Ranil Wickramasinghe, the main challenger to the incumbent, Chandrika Kumaratunga, said at a rally that if he won he would hand the president over to Velupillai Prabhakaran, leader of the Tamil Tigers, who for 16 years have been waging war to obtain a separate state. Mrs Kumaratunga responded by threatening to do the same to Mr Wickramasinghe's wife. Mrs Kumaratunga spoke in jest, but her opponent may have been half in earnest.
An election held in the midst of an unending civil war has its oddities. The most obvious is the candidates' attitude to the Tamil leader. With the majority Sinhalese vote evenly divided, both candidates must woo minorities, especially Tamils, who make up 12 per cent of the electorate. This involves paying lip service to the idea of doing a deal with the Tigers, who are effectively without rivals as the Tamil mouthpiece.
The opposition candidate has offered direct talks and the possibility of the Tigers taking charge of the north-east in an interim regional government. Mrs Kumaratunga has offered a vaguer olive branch.
But the man they are talking about dealing with has been authoritatively compared to Pol Pot. Mr Prabhakaran has eliminated all voices of Tamil moderation and arranged the assassination of numerous Sinhalese politicians, including a former president. In India he is wanted in connection with the assassination of the former prime minister Rajiv Gandhi. He has also carried out the "cleansing" or murder of all Muslims and Sinhalese in the area he controls.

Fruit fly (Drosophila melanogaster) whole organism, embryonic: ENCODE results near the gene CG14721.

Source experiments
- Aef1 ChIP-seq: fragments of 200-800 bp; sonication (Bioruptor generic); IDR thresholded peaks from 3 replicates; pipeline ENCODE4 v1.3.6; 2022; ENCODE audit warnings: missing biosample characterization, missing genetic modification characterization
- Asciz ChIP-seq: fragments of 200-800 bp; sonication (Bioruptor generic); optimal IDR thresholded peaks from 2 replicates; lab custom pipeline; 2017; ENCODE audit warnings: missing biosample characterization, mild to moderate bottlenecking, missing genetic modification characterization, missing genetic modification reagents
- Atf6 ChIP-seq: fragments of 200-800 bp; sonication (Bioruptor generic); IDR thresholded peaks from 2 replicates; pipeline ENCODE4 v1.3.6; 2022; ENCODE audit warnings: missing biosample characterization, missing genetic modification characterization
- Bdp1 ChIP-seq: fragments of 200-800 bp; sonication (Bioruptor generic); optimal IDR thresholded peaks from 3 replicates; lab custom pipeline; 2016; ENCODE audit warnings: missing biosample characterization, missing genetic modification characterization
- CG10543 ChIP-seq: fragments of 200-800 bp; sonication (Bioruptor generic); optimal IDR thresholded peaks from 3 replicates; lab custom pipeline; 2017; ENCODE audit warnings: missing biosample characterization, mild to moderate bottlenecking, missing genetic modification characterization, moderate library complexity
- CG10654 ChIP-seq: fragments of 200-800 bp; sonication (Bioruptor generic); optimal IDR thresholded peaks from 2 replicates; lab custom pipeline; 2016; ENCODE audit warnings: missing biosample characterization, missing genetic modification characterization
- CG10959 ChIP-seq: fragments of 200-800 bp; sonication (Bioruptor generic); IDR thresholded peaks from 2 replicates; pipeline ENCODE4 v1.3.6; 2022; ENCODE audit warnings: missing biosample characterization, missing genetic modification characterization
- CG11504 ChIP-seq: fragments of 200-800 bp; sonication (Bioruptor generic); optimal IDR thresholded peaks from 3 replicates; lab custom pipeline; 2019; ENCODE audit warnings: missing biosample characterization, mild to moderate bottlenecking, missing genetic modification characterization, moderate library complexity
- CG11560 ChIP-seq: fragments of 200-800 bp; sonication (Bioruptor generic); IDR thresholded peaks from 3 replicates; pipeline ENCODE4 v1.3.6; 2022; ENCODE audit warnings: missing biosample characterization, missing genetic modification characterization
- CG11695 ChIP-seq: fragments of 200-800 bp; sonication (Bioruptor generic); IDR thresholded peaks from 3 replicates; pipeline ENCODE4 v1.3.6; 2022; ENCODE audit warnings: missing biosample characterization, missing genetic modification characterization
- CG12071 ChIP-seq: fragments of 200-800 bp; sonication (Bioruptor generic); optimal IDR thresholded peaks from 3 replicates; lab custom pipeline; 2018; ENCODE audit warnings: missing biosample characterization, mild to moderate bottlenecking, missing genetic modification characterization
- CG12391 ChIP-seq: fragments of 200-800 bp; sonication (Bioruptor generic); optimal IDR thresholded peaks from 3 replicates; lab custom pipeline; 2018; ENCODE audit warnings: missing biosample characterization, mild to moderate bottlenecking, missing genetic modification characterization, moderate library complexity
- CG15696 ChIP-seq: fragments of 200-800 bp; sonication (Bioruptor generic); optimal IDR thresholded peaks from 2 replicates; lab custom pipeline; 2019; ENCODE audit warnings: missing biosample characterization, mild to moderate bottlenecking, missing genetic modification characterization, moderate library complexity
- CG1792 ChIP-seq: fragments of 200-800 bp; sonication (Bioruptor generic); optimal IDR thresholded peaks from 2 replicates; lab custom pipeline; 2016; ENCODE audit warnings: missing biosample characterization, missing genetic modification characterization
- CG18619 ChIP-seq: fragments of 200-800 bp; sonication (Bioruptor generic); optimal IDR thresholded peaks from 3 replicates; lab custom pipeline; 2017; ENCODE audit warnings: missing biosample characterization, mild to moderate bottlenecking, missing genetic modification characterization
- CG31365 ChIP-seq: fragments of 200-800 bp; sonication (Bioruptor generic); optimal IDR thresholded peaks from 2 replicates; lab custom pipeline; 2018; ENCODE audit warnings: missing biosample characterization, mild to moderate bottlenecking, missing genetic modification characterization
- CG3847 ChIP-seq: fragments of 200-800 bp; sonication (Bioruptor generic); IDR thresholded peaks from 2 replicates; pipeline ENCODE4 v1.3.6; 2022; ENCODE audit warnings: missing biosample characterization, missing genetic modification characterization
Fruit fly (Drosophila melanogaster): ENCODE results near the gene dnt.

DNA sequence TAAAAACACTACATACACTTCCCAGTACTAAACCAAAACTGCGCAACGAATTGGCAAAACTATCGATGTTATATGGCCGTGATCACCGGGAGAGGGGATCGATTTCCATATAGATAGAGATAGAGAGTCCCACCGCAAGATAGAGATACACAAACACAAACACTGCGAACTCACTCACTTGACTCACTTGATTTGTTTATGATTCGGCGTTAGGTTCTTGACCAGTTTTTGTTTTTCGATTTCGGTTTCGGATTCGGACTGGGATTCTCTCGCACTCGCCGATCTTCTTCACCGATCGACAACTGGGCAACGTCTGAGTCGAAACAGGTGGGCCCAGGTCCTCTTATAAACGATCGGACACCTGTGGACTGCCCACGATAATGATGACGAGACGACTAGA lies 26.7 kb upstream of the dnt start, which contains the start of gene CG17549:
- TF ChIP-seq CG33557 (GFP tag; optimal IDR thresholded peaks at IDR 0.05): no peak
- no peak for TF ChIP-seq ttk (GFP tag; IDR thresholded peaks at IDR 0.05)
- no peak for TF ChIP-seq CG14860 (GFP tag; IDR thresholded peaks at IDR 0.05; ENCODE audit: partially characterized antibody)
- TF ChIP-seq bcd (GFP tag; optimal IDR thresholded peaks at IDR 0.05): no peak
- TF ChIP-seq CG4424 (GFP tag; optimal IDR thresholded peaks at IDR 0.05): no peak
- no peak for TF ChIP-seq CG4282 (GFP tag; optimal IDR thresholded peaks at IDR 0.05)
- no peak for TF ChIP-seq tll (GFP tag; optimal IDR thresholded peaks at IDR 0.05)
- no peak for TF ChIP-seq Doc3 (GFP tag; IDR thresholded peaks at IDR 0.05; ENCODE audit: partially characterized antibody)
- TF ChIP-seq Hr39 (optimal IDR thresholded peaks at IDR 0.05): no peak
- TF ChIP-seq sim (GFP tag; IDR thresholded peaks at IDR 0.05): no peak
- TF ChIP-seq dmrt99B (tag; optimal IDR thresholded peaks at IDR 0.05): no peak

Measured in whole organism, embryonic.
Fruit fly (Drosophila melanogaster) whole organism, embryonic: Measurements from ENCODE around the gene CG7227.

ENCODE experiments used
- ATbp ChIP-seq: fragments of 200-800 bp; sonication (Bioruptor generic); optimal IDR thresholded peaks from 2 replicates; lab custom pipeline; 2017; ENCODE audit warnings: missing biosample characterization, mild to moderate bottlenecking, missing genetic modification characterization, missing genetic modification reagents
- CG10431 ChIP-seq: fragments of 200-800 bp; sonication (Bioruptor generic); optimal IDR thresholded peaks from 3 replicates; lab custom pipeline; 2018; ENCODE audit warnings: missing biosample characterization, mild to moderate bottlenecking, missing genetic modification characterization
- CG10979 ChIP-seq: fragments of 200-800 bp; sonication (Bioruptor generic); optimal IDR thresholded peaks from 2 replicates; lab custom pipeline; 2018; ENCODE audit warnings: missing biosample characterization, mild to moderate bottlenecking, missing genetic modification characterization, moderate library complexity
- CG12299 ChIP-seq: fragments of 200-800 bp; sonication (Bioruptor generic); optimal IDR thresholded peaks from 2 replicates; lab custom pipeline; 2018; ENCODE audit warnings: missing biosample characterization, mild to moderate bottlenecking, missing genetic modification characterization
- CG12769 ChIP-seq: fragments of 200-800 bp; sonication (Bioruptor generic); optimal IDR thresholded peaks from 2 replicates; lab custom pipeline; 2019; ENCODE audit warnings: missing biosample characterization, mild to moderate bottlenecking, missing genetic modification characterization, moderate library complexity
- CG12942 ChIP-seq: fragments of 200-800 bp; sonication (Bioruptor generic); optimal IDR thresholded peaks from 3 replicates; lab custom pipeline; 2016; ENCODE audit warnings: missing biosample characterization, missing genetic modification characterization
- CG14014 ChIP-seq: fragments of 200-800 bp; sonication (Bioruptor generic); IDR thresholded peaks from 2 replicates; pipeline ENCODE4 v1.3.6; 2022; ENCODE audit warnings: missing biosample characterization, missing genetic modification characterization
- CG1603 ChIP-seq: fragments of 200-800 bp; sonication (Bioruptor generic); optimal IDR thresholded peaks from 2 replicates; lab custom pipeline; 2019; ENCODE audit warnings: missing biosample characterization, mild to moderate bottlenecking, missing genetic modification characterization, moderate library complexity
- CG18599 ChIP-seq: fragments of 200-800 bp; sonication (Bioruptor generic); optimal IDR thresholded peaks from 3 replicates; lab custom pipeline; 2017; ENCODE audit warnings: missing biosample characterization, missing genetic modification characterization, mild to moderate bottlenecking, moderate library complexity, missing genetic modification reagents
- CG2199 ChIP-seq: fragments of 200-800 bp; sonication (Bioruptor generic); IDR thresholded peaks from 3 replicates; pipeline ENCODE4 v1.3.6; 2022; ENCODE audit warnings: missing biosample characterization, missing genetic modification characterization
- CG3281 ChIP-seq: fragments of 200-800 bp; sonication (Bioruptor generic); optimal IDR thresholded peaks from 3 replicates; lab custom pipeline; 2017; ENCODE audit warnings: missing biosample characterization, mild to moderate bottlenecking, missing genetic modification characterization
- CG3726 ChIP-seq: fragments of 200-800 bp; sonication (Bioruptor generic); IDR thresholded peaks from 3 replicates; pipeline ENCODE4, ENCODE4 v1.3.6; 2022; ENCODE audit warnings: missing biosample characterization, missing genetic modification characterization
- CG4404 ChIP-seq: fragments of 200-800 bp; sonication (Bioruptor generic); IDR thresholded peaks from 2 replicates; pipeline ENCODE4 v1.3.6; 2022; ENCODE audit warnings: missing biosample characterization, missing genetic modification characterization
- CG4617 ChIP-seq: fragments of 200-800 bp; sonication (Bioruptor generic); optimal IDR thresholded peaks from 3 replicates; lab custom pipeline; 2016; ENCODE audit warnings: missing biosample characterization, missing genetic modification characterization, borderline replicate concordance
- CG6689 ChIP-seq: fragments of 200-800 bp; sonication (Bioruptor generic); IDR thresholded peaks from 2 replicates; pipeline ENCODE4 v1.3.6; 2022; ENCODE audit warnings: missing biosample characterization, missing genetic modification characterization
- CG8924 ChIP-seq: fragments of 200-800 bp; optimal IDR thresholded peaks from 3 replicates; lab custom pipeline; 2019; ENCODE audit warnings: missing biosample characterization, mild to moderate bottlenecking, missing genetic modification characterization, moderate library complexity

Mr Prabhakaran made his mark on the campaign last month when, in a five- day onslaught his forces, re-took practically all the territory acquired by the Sri Lankan army over the past two years. The Tigers demonstrated their hold over the local population when they ordered the predominantly Tamil occupants of Vavuniya, the northernmost government-held town, to evacuate before an imminent Tiger attack. The town duly emptied. Not long afterwards the Tigers said they had changed their mind. The townspeople trooped back home again.
Schizophrenia is not restricted to the posings of the politicians. The whole island suffers from a mild dose of the condition. Through thick and thin Sri Lanka has held on to its name as a tourist destination, largely thanks to the fact that tourists have never been targeted in the war, and all the military activity is at the other end of the island. To build on that good work, the tourist board has renamed itself the Ceylon Tourist Board, evoking calmer, balmier, more pacific times.
Yet this week, according to a claim in the Daily News, a government organ, 450 terrorists were killed in the space of 72 hours in this island of palms and golden beaches. The Tigers had launched an attack on government positions in Elephant Pass, the neck of land leading to the Jaffna peninsula. And it is not merely the tourists who master the skills of the three monkeys. In Sinhalese Sri Lanka the mood is calm, the roads are choked with cars, the island's economic lead over India becomes ever more obvious.
Yet schizophrenia as state policy has one unfortunate side-effect: rampant public cynicism. "The war is the biggest problem," a thoughtful young clerk said. "These parties have been in power alternately ever since independence. But the war goes on. Why? People are making money from it."
r A bomb ripped through a market at Islamgarh, near Mirpur, in the Pakistan- ruled part of the disputed Kashmir region, killing nine people and wounding 15, police said.Reuse content